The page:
1 December 2023
The COVID-19 pandemic completely changed life as we knew it. From the way we worked to the way we socialised, the pandemic stole our normality and forced us to adjust to a new way of living, a new way of being. We were isolated from friends and loved ones and told to work from home – even the time we spent outside was strictly limited in order to slow the spread of the virus. The pandemic affected us all.
It could be argued that those hit the hardest by the pandemic were the residents and workers based in care homes around the UK. Second to hospitals, the UK’s care homes housed some of the country’s most vulnerable people and death rates increased sharply due to COVID-19.
What’s more, staff absences and isolation periods due to the virus meant a lack of staff available, high turnover rates, funding issues, and lack of experienced workers available to provide quality care. These challenging conditions were felt keenly by all, from workers to residents to residents’ loved ones who were unable to visit due to government guidelines.
The coronavirus pandemic has been one of the biggest challenges care homes have ever faced. As such, it is essential that the lessons learned during this difficult time are remembered and applied for the future. The pandemic has been a catalyst for change and, as we recover, care homes have introduced new and lasting changes to protect their residents for the future. Let’s take a look at how the pandemic has been a catalyst for change.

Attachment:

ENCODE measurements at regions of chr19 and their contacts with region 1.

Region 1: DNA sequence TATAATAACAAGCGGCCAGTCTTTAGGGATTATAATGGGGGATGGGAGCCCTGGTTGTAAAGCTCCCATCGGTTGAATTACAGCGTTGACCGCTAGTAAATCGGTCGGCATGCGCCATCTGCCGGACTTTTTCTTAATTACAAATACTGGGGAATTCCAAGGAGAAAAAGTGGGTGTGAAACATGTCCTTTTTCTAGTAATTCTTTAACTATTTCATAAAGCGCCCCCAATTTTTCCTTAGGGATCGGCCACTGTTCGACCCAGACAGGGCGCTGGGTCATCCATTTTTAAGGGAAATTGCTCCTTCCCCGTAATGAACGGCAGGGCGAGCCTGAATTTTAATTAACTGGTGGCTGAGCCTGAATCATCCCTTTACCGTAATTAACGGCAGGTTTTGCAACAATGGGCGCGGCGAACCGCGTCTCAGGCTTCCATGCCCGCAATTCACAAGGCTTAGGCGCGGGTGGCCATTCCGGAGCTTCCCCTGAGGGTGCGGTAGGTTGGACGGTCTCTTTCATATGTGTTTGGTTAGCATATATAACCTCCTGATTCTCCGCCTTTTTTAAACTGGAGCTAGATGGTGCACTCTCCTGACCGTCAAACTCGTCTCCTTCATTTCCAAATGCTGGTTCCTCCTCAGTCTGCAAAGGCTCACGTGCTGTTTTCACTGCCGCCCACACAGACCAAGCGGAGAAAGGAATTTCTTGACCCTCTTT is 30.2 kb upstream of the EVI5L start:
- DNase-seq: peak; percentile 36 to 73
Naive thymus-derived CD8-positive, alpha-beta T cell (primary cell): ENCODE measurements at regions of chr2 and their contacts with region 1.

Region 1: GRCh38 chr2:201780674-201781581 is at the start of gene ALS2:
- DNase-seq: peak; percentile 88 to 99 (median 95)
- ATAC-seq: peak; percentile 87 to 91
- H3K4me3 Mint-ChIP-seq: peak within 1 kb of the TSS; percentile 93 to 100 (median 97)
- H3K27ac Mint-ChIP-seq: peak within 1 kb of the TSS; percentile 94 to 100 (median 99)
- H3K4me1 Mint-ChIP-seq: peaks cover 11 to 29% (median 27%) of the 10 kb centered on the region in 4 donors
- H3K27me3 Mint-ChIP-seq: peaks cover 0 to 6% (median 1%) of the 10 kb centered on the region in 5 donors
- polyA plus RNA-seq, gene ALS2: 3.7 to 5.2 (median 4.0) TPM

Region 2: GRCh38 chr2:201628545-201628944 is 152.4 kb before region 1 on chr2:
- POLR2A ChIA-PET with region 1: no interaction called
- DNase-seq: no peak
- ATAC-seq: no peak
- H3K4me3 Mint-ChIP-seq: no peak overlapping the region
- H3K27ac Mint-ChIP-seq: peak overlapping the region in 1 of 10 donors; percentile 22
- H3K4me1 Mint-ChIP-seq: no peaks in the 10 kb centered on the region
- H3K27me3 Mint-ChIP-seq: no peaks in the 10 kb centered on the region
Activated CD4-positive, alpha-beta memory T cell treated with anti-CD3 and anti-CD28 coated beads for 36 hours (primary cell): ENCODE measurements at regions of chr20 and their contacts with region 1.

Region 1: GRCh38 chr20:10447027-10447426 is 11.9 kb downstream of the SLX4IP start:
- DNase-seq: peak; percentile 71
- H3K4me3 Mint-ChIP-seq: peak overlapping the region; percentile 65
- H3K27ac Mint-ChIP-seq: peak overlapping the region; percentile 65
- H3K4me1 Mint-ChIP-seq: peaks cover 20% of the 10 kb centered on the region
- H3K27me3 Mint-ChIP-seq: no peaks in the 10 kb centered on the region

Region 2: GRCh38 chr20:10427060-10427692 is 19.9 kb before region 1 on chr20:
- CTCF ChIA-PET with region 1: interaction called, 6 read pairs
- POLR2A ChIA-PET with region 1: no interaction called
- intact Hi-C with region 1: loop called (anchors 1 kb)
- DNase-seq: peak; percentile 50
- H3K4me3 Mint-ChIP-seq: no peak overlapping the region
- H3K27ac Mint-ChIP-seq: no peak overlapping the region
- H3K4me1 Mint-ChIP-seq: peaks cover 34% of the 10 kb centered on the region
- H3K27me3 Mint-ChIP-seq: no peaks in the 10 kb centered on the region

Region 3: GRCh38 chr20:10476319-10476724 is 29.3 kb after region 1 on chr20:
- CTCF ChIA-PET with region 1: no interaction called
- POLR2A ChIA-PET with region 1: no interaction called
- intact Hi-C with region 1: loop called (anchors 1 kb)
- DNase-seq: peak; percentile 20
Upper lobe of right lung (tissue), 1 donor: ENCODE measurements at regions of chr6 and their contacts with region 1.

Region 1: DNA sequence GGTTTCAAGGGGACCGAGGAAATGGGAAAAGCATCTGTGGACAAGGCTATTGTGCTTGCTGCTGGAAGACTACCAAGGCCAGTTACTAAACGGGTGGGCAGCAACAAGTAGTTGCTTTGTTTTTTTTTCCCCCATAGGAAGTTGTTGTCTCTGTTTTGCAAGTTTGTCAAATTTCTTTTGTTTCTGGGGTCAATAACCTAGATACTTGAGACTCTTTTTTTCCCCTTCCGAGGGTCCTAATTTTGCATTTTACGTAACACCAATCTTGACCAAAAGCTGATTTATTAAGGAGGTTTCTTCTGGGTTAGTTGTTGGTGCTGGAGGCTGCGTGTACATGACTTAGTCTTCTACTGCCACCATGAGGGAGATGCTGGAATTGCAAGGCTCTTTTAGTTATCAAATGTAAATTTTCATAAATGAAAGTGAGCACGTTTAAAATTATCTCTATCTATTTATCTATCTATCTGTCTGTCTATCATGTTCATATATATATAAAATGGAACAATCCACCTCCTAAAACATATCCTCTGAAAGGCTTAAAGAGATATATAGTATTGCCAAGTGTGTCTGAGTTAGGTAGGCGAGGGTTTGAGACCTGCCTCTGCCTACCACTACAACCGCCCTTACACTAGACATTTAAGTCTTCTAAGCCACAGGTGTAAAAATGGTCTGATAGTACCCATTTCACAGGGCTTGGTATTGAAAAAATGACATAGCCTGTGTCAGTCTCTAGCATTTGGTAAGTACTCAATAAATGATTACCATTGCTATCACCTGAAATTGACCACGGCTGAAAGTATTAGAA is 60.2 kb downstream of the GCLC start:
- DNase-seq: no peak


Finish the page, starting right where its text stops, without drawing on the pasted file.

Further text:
Despite having emerged from the pandemic, we are still living with the virus in our midst and despite vaccinations and boosters, the effects of the virus still pose a big risk to those who are most vulnerable. As a result, many care homes around the UK continue to ask staff, residents, and visitors to undertake regular testing.
According to the COVID-19 government guidelines for care homes in the UK, “while vaccination offers vital protection from severe disease, no vaccine is 100% effective, and does not prevent transmission to others from those who are infected. To identify positive cases and continue to monitor the effects and transmission of COVID-19, we must continue to operate a comprehensive, adhered to, testing programme, even in settings where vaccines have been administered.”
Through regular testing, care homes are able to reduce the risk of infections and avoid future virus outbreaks.
The height of the pandemic wrought havoc on the care system. Care workers were required to work longer hours than ever before, on very little pay, and with very little support. And they were required to do all this while still delivering the highest standard of care to care home residents. As a result, the mental health and wellbeing of care home workers have been drastically affected. In fact, the research suggests that the pressures workers experienced during the pandemic have led to increased levels of stress, burnout, and exhaustion.
The pandemic has raised many concerns over demands placed on care home staff and protective measures are being put in place to support care home workers. Some of the strategies being employed to protect and support care home workers include: